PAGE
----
Had I had the time, I would have individually flushed the blocks and radiators with a gallon of distilled water each before reassembling the loop. I did take the time to disassemble the CPU block, though, scrubbing it with dish soap – metal polish would’ve been better.

Before the overnight cleaning with Primochill System Reboot, I attempted to flush the system with distilled water. It was during the push flush that I discovered a couple fittings had developed leaks as well. Both of them were fittings on the pump and drain setup. That needed to be replaced, so I opted for a much simpler setup.

I bought that T-split from Home Depot for under $3 (plus tax). That with a length of tubing and a spare compression fitting I had formed the new drain with the Bitspower valve. I would’ve preferred finding a brass fitting, but the white plastic fitting was all I could find. Sure it doesn’t look the greatest, but it works, and is much, much less expensive compared to a two (2)male-to-male rotary fittings and a 3- or 4-way fitting to make the split for the drain. Brass would’ve looked better, but, again, they didn’t have it in stock.

For the overnight cleaning, I connected the pump directly to the GPU block, then bought the needed components the next evening to finish the assembly. To drain the loop, I had it spill out through the grate below it. I did not have the power supply installed at the time, so there was no danger – all pictures were taken of the final system before it was delivered back to the owner. I followed up by having the return from the radiator go into an empty jug for a distilled water rinse, doing my best to drain as much of the water out as possible – using the syringe to push air through the loop to displace the water.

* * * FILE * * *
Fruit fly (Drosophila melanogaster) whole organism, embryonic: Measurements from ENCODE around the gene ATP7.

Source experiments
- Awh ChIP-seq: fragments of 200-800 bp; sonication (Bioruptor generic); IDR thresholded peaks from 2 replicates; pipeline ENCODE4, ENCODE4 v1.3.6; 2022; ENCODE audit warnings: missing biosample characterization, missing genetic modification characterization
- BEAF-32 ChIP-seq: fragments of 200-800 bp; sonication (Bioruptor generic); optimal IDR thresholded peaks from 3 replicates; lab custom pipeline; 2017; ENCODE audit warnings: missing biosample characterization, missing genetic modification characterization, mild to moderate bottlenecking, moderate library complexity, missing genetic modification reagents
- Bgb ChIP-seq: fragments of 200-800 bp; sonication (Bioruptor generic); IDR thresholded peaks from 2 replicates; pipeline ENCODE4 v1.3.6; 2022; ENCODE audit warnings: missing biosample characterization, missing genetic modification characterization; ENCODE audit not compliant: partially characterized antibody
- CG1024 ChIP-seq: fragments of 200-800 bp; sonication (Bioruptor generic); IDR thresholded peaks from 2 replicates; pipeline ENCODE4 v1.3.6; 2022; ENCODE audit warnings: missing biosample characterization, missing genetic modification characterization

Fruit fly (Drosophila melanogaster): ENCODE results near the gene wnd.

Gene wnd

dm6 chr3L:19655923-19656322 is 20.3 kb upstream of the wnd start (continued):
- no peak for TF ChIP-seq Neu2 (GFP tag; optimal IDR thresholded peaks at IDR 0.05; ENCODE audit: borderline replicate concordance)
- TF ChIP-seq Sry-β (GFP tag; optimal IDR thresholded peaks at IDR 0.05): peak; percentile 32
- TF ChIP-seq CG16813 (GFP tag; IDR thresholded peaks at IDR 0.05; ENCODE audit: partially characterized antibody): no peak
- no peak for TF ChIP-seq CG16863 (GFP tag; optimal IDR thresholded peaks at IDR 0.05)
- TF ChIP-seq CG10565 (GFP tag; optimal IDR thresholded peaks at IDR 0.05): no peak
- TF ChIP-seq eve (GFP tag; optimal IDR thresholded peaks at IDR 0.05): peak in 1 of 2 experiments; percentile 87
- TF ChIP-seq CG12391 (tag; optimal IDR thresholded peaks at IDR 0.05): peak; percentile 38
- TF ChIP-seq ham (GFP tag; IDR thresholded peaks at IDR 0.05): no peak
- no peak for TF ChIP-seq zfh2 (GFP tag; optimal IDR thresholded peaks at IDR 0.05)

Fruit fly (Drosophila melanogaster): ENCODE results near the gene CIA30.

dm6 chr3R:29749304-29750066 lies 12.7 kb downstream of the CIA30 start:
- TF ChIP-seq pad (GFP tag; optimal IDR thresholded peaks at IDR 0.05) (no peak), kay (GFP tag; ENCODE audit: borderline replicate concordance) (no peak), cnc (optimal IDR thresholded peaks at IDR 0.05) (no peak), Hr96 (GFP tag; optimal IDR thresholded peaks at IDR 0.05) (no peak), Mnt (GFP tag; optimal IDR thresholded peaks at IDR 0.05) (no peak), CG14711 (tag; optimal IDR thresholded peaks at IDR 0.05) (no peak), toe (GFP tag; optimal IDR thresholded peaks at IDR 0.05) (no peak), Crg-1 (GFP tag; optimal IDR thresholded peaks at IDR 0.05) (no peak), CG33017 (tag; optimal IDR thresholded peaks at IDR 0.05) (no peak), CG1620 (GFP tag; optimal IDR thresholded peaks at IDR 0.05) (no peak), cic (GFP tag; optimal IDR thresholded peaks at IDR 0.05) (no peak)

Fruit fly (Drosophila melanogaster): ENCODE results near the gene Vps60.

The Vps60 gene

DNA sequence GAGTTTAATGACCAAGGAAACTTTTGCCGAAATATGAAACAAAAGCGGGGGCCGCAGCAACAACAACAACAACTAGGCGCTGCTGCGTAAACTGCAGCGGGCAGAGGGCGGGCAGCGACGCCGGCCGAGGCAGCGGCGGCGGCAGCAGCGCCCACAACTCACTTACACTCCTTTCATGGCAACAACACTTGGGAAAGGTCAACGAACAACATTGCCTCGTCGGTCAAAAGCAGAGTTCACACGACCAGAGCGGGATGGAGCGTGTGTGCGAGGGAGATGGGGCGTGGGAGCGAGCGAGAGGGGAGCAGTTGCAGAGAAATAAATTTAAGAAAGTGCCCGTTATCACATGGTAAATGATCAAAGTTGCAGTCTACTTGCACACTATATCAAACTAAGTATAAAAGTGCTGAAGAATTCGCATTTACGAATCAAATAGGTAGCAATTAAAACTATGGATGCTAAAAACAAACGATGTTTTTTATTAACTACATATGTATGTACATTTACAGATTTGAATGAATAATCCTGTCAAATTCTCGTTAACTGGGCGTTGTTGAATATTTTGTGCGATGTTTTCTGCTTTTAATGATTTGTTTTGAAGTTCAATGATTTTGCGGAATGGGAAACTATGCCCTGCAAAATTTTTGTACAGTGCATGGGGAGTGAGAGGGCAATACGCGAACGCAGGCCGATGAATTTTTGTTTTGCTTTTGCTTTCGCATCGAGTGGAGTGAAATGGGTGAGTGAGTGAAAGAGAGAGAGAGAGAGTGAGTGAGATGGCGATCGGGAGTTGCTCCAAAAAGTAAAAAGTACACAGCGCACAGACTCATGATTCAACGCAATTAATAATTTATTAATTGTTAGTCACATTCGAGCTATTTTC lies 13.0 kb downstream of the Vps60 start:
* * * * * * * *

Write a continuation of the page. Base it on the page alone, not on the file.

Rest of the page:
Wow I really missed focus with that picture…

The rest of the loop looks about the same as before, following the same path. The only exception being the return from the front radiator to the reservoir. Note in one of the pictures above that I have a Swiftech SLI fitting between the pump and reservoir. This lowered the reservoir down such that I could have this type of direct return.

The system is otherwise back in operation and working as expected. Again given what I saw when I started working on it this last time around, I’m really surprised he wasn’t having any kind of thermal issues. But I also directed the owner on how to avoid that becoming an issue in the future. And he also said he wouldn’t have the chassis so close to the floor.